Star Wars: Episode VIII – The Last Jedi

Name: Star Wars: Episode VIII – The Last Jedi
Year: 2017
Rating: PG
Running Time (minutes): 152
Description: Rey develops her newly discovered abilities with the guidance of Luke Skywalker, who is unsettled by the strength of her powers. Meanwhile, the Resistance prepares for battle with the First Order.
Stars: Daisy Ridley, John Boyega, Mark Hamill
Genres: Action, Adventure, Fantasy

Okay, I’m late to the party, but only have had access to an audio-described copy for a few days, so finally watched it tonight.

I had such high hopes for this one, given the fact that I really liked The Force Awakens. Back then, it seemed like I was finally going to be able to enjoy this franchise (Revenge of the Sith being the only one I had truly liked). But this? Seriously? I honestly do not understand what all the critical praise is about and still don’t know whether I should think it was good-ish, okay or a travesty. Where to start? There are too many women in the movie. I have absolutely nothing against the opposite sex, but I’ve seen so many ladies playing ‘powerful’ characters recently that it’s become a little absurd. This is exactly why I hate that new diversity obsession: it only works when you treat it naturally, not by forcing it into every single film regardless of the plot. Having said that, I did like Rose a lot and hope to see more of her in Episode 9 (yes, I will still watch that one). On to other problems. There are too many battles. There are too many stupid characters (Holdo and especially Hux). Luke’s lessons with Rey are ridiculous. Wasn’t Yoda dead? Luke’s death makes no sense to me (and blimey, his voice has changed since Episode 6). I wanted more Maz. On the positive side, I found Kylo Ren quite a fascinating character, he just cried a little bit too often. And there were some good jokes throughout the whole thing.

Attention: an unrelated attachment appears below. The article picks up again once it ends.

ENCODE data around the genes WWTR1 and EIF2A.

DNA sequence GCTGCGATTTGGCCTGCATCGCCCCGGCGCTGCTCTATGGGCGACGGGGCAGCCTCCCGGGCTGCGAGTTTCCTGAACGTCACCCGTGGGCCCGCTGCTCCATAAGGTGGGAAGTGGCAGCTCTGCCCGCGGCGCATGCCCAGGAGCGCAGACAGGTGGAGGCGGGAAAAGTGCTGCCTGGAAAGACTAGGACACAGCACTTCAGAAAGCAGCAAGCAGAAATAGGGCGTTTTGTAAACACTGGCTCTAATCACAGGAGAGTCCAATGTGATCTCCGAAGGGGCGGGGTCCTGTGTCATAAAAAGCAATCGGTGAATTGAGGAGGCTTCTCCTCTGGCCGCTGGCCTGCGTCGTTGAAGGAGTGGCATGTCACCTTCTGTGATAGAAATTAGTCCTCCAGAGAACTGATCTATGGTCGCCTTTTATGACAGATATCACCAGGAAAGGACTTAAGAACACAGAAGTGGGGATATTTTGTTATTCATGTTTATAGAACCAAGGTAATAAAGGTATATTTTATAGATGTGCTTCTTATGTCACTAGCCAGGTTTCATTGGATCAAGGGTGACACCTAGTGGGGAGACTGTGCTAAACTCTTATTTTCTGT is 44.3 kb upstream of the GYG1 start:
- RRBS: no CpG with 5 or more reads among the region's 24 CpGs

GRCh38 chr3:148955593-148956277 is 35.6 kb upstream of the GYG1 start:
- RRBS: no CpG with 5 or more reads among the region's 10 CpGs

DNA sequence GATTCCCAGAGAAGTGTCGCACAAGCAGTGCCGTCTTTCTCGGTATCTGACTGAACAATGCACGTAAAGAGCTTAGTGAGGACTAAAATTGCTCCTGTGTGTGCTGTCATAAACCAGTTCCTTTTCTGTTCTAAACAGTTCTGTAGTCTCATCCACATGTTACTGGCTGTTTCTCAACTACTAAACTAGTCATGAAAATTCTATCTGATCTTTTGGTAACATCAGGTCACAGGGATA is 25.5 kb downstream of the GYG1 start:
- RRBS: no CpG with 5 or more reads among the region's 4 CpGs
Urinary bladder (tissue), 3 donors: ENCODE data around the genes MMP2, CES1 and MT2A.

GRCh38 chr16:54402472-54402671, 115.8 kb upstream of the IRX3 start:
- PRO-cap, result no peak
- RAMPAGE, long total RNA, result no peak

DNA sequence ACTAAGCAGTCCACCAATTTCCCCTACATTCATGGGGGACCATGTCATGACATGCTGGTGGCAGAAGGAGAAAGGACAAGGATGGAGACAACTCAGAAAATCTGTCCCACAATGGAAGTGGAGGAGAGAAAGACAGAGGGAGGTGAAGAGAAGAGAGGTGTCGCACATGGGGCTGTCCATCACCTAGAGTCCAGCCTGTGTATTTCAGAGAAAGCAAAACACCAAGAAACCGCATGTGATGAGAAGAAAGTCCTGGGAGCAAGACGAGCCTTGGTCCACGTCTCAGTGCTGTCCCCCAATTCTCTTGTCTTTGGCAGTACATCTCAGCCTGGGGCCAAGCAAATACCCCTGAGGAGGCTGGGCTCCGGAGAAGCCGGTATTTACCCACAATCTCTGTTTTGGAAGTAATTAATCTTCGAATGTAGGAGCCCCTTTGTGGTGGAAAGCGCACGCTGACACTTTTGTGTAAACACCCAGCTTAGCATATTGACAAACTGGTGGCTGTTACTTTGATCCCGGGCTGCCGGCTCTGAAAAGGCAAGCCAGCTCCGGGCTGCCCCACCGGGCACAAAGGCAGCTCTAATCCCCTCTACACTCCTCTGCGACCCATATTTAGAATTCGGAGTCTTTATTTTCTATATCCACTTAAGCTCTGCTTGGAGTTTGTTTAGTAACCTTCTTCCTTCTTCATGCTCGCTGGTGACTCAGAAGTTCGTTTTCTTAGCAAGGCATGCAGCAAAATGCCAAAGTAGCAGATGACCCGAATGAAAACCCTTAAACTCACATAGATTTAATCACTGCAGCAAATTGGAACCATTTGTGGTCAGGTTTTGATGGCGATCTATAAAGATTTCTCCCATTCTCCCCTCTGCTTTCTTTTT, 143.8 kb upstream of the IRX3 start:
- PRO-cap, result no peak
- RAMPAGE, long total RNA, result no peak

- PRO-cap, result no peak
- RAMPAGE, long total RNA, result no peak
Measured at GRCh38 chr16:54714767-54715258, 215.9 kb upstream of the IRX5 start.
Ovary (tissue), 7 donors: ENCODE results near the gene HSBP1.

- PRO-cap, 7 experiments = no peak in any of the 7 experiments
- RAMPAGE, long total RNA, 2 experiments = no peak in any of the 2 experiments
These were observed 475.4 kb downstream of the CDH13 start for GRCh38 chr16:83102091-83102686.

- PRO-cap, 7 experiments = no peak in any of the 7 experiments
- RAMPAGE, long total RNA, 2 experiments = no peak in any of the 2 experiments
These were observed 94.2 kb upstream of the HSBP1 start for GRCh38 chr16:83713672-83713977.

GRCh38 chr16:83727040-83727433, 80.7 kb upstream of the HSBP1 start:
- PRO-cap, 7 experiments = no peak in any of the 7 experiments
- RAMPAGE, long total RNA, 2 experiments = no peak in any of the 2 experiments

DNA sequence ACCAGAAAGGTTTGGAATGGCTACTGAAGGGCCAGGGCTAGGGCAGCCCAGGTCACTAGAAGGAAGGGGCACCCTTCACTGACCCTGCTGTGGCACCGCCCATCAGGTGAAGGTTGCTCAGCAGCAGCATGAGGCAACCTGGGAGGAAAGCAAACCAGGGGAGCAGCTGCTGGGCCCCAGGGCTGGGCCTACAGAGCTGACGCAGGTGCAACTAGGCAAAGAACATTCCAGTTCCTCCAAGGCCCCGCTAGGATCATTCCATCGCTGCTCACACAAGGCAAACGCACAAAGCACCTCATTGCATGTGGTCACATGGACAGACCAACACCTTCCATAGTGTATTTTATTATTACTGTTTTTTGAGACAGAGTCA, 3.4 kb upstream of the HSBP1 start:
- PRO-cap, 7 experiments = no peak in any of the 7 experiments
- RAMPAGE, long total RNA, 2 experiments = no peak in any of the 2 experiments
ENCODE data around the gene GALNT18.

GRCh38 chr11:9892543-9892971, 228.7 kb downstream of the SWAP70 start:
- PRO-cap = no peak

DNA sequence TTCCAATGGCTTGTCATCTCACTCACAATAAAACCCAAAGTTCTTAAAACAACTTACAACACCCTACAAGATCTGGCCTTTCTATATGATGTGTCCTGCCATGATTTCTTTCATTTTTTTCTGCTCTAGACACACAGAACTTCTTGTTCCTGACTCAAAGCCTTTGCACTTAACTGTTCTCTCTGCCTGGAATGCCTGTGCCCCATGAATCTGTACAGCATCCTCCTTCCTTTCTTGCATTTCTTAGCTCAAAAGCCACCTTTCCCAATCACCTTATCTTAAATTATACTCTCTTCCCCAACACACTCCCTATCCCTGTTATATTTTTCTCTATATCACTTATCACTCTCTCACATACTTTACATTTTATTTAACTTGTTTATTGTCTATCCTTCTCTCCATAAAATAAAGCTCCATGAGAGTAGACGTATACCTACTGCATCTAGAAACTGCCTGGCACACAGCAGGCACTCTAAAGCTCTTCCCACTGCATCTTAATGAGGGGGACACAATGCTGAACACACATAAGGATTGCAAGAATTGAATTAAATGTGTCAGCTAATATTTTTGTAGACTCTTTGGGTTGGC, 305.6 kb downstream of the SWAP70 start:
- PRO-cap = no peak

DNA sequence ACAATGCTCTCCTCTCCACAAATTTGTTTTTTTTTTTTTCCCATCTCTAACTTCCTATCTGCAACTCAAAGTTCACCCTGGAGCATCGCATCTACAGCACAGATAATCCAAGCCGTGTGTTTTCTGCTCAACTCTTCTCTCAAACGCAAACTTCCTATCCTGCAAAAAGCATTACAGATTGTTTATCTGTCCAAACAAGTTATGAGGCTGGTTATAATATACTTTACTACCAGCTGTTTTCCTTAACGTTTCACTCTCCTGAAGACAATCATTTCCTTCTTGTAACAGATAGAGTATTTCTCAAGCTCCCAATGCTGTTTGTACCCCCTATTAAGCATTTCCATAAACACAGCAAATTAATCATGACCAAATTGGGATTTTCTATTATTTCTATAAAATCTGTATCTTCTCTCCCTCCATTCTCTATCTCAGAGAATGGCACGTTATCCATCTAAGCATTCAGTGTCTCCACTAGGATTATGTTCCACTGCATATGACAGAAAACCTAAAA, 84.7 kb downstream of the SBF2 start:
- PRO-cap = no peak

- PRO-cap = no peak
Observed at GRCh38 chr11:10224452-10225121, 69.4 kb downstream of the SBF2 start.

And of course, the score was good. When the soundtrack came out four months ago, I was stupid enough to listen to the whole thing before having seen the movie, determined to experience that ‘this is a new Williams score and it’s absolutely great!’ feeling with everyone else at least once in my lifetime because I wanted to know what that was like and because I still don’t see him scoring Episode 9, sorry. That also meant I read way too many spoilers: Snoke torturing Rey and Luke dying, for instance, though luckily, I didn’t know how stupid that death scene was yet. I liked the first half of the album and hated the second half back then. Now I love the two new main themes (especially Rose’s) more than ever and will revisit the CD as soon as possible. Other highlights included the Canto Bight music and another French horn theme that I can’t give a name for the moment, but Luke and Rey’s theme were placed inappropriately at least twice. The recording sounded massive and gloriously clear and the end credits are way better than the awkward album medley, though, and just as I thought that the final moments of the previous credits suite were Williams’ personal farewell to the franchise, I’d like to think that this one contains the following musical message: Disney, what have you done?